Apple’s long-running “Everyone Can Code” initiative is expanding to offer even more resources for students and teachers.

This week, Apple is launching a completely redesigned curriculum for “Everyone Can Code”, all with the goal of rolling out additional resources to middle school and elementary students to “the world of coding”. Apple says the new curriculum is already available for those interested, and it provides even more resources to teachers as well.

Today millions of students in more than 5,000 schools worldwide already use Everyone Can Code curriculum to bring their ideas to life and develop important skills including creativity, collaboration and problem solving. Additionally, starting today, learners around the world can register for thousands of free Today at Apple coding sessions taking place in December at all Apple Stores to learn to write their first lines of code to celebrate Computer Science Education Week.

Apple’s official announcement today says that the new curriculum builds upon what the company has been working on for quite some time already, including interactive puzzles, activities, and guides to make coding more approachable.

Everyone Can Code Puzzles is an all-new student guide to Swift Playgrounds where each chapter helps students build on what they already know, experiment with new coding concepts and creatively communicate how coding impacts their lives. A companion teacher guide supports educators in bringing coding into their classrooms with helpful ways to facilitate, deepen and assess student learning. Designed to support all students, the new Everyone Can Code curriculum is optimized for VoiceOver and includes closed-captioned videos and audio descriptions as well as videos in American Sign Language.

Art is included in the process, too. Apple notes in the press release that Everyone Can Code’s curriculum “integrates Apple’s Everyone Can Create project guides”, which allows students to express the concepts they’ve learned through music, photos, videos, and drawings.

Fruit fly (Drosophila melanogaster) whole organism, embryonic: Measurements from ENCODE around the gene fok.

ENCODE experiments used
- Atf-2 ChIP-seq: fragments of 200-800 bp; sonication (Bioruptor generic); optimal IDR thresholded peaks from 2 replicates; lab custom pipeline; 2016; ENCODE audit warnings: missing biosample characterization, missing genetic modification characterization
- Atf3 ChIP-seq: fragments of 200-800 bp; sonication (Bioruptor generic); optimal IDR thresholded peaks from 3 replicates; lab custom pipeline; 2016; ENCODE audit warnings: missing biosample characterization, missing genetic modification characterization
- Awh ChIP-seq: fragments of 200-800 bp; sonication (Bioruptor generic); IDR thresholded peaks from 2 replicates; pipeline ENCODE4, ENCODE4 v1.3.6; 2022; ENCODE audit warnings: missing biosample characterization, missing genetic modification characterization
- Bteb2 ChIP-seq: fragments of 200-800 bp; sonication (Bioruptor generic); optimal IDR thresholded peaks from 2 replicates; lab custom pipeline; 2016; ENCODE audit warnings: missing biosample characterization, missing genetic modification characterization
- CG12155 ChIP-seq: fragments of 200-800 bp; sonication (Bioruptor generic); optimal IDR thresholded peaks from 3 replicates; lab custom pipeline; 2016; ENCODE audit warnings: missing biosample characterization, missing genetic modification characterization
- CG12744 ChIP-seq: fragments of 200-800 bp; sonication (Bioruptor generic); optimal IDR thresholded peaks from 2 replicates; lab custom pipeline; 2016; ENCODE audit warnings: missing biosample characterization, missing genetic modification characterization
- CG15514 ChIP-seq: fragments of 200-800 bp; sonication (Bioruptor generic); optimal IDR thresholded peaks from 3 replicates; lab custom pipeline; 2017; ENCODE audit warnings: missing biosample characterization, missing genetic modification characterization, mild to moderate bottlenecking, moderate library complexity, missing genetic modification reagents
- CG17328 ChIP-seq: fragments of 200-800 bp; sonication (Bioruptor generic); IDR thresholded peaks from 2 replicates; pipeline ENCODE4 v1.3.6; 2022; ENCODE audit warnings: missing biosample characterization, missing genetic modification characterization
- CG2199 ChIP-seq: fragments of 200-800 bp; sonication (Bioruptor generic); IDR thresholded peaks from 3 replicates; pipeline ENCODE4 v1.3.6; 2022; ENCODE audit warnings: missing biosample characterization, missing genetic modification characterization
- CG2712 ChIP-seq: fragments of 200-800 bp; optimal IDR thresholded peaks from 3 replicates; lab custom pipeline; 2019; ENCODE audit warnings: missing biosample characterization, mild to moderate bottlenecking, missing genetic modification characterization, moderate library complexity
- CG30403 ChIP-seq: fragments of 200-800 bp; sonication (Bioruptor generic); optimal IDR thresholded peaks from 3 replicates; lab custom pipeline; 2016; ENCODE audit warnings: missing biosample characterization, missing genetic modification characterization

Everyone Can Code is meant to showcase the strengths of coding, make it easier to understand, and far more accessible for everyone. At the same time, the curriculum is designed to let students show off their creativity skills as well, bridging the gap between the two elements.

That’s not all, though.

Computer Science Education Week

In the press release, Apple also confirms it will be celebrating “Computer Science Education Week”. The company says that starting December 1 and running until December 15, physical Apple Stores will be hosting special events with free interactive sessions to get started with coding. Robots will be used to explore block-based coding, for instance.

Select stores will also offer special sessions for coders of all ages. Preschool-age kids can try creative pre-coding activities in the new Coding Lab with the Helpsters, a team of vibrant monsters who love to solve problems and are featured in the new live-action preschool series, available now on Apple TV+, from the makers of “Sesame Street.” Participants of all ages can also learn from Apple Distinguished Educators, Apple Entrepreneur Camp innovators, developers and artists. Customers can register for Code with Apple sessions starting today.

And, finally…

Preparing students for college and beyond

The Develop in Swift curriculum will continue to offer up techniques and “practical tools” for students to learn the skills they’ll need for “high-demand and high-skill jobs”. That particular curriculum, according to Apple, is built for both beginners and more advanced coders, and it even includes a free “AP Computer Science Principles course”, which can help them prepare for a career in that field.

The new tools are available now for both students and educators.

This initiative from Apple has been an important one for years. Not just because Apple wants more people developing applications for the App Store (but it does), but because these are crucial skills that folks interested in coding can use to advance their own careers, or find new paths.

Have you taken part in any of Apple’s efforts to get more people to code, or know someone who has?